Both scenarios see global emissions of carbon dioxide (CO2) dropping to near zero by 2100. One factor is increasing use of technology that takes CO2 out of the atmosphere, for instance by burning biomass to produce electricity, and then storing emissions underground. The uncertainty lies in getting from here to there.

With the world’s population headed toward 9.5 billion by 2060 and the rapid growth of emerging economies lifting millions of people out of poverty for the first time, the scenarios project that world energy demand could double over the next 50 years. If dirtier, shorter-term energy solutions win, we’re in for a fuzzy kind of heatwaved future  with stronger storms, droughts, and flashfloods threatening food and water supplies, or even sinking urban areas.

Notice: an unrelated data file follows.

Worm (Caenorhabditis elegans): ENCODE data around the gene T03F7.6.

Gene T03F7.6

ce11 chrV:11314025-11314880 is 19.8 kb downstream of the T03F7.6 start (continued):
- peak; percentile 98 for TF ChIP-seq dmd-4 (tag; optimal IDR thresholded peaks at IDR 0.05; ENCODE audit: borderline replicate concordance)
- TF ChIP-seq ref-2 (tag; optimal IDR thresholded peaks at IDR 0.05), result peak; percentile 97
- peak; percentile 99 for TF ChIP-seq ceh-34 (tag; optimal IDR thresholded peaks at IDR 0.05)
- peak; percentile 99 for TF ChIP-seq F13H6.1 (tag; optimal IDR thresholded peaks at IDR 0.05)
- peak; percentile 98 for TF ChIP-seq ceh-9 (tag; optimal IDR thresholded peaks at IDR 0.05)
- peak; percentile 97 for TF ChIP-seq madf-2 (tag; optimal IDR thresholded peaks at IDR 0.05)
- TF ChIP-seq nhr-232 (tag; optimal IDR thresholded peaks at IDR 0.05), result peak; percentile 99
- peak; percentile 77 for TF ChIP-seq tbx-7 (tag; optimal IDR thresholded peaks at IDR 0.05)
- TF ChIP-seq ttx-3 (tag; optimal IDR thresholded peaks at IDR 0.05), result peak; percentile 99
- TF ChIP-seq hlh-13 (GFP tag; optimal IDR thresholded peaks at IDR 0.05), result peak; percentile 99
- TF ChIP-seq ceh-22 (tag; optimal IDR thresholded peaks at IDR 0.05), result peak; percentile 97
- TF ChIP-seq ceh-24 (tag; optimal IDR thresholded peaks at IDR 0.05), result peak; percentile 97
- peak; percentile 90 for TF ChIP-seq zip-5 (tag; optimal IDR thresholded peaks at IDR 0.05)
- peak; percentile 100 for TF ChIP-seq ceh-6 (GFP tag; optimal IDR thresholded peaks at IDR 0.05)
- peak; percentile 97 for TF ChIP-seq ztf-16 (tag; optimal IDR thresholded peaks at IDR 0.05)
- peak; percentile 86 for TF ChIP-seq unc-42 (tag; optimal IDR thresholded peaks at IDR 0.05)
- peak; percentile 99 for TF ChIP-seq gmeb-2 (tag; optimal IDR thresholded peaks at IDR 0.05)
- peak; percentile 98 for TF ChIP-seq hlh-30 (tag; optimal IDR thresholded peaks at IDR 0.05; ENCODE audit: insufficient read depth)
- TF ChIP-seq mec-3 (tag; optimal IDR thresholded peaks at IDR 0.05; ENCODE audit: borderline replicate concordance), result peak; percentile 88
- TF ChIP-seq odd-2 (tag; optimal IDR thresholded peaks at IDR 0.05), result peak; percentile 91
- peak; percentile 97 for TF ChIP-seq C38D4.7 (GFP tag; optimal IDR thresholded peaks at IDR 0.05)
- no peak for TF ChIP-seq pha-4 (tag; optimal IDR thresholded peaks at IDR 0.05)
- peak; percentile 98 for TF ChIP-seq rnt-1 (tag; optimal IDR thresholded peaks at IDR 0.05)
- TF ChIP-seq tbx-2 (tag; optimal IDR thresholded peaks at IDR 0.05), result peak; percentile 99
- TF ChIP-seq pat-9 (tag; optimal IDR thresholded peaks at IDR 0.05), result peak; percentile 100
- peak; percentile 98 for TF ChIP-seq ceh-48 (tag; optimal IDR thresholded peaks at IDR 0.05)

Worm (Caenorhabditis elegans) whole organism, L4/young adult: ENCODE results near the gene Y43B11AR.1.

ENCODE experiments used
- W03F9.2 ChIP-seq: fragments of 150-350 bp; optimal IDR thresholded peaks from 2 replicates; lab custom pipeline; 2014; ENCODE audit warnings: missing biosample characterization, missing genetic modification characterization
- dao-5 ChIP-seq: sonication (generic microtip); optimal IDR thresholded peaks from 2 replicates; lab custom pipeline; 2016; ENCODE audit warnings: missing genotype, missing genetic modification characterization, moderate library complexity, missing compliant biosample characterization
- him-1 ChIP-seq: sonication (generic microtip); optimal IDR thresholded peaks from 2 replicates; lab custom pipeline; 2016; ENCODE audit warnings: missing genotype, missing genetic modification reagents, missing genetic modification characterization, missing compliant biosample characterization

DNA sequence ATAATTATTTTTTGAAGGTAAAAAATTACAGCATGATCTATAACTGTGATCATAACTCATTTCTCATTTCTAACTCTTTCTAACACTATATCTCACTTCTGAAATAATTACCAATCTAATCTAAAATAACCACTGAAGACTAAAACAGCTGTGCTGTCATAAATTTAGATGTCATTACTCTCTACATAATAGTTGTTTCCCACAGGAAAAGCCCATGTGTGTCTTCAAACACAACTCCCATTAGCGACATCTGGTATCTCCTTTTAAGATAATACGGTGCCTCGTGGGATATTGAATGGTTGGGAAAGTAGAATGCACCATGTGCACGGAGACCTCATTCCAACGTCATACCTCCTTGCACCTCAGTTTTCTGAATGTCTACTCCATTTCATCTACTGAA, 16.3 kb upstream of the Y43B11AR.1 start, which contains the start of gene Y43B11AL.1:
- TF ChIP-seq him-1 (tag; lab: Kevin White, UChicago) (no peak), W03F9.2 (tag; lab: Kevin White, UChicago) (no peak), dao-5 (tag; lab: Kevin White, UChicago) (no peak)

Sure, all these scenarios are still decades away. Why should we care?

The future is starting now and we are all in it together—for foggy or for worse.


Follow Us


Follow us on Facebook Follow on Twitter Follow on Twitter


Recent Stories:

Complete stories on our Digital Edition newsstand for tablets, netbooks and mobile phones; 14-issue free trial. About to step out? Get breaking alerts on your mobile.phone. Text ON INQ BREAKING to 4467, for Globe, Smart and Sun subscribers in the Philippines.

Tags: Energy , oil , Shell Strategy and Scenarios Team , Sherlock Holmes

  • WeAry_Bat

    Hehehe all of those wishy washy daydreaming er, thinking goes down the drain when weather troubles start now.



Copyright © 2014, .
To subscribe to the Philippine Daily Inquirer newspaper in the Philippines, call +63 2 896-6000 for Metro Manila and Metro Cebu or email your subscription request here.
Factual errors? Contact the Philippine Daily Inquirer's day desk. Believe this article violates journalistic ethics? Contact the Inquirer's Reader's Advocate. Or write The Readers' Advocate:
c/o Philippine Daily Inquirer Chino Roces Avenue corner Yague and Mascardo Streets, Makati City, Metro Manila, Philippines Or fax nos. +63 2 8974793 to 94